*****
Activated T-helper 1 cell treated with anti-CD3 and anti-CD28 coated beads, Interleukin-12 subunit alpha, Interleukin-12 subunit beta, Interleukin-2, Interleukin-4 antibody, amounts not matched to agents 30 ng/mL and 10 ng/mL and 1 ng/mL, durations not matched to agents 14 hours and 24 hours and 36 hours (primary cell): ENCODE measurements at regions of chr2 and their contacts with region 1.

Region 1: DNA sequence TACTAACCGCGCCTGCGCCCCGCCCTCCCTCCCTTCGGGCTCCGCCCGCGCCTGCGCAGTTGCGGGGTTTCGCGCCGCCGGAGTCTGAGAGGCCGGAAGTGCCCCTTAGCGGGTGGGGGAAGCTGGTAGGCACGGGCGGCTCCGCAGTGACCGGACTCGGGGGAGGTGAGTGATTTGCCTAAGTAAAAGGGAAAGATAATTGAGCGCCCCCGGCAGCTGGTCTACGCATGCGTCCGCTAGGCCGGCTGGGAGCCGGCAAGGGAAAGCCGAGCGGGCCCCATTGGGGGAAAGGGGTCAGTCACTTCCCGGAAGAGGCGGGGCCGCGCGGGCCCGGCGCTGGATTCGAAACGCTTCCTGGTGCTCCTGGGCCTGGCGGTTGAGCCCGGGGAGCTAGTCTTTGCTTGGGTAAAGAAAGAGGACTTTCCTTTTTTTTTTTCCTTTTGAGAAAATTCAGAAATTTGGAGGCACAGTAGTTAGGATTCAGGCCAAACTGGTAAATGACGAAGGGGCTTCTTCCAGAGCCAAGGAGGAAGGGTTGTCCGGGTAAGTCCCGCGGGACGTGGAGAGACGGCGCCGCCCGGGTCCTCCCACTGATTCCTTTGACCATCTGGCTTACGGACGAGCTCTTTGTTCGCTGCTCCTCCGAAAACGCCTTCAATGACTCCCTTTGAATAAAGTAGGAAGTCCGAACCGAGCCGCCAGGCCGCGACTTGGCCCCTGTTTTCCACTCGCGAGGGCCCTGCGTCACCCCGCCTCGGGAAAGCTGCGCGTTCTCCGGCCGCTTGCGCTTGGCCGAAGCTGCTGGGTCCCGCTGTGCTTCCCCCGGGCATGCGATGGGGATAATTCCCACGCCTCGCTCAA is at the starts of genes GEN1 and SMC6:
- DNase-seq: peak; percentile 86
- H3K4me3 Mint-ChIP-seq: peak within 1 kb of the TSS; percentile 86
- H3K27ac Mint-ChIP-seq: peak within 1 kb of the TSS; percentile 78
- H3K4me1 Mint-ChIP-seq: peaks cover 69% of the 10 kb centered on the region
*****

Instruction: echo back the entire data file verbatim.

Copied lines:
Activated T-helper 1 cell treated with anti-CD3 and anti-CD28 coated beads, Interleukin-12 subunit alpha, Interleukin-12 subunit beta, Interleukin-2, Interleukin-4 antibody, amounts not matched to agents 30 ng/mL and 10 ng/mL and 1 ng/mL, durations not matched to agents 14 hours and 24 hours and 36 hours (primary cell): ENCODE measurements at regions of chr2 and their contacts with region 1.

Region 1: DNA sequence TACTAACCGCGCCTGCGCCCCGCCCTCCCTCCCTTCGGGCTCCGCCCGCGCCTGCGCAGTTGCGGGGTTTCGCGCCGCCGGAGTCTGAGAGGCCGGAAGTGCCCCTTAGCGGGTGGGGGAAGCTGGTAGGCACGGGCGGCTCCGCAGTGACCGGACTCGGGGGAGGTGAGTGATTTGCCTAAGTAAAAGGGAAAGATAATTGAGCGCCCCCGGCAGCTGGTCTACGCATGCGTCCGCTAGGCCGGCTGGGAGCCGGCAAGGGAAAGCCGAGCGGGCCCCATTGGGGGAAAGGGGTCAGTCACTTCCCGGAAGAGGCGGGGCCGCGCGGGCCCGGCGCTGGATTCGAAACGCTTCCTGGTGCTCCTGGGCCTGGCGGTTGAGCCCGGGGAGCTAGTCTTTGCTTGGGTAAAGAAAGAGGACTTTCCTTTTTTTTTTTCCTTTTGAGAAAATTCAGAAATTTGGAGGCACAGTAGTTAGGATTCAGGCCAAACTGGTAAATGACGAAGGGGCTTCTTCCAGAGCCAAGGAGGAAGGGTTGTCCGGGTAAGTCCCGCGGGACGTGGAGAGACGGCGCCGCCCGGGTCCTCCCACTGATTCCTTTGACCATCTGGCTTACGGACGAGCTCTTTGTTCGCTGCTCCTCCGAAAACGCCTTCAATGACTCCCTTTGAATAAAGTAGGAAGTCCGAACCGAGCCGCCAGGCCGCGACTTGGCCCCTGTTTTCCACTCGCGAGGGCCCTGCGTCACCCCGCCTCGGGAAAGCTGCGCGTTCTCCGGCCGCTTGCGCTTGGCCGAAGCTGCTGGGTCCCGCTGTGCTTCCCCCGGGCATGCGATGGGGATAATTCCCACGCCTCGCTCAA is at the starts of genes GEN1 and SMC6:
- DNase-seq: peak; percentile 86
- H3K4me3 Mint-ChIP-seq: peak within 1 kb of the TSS; percentile 86
- H3K27ac Mint-ChIP-seq: peak within 1 kb of the TSS; percentile 78
- H3K4me1 Mint-ChIP-seq: peaks cover 69% of the 10 kb centered on the region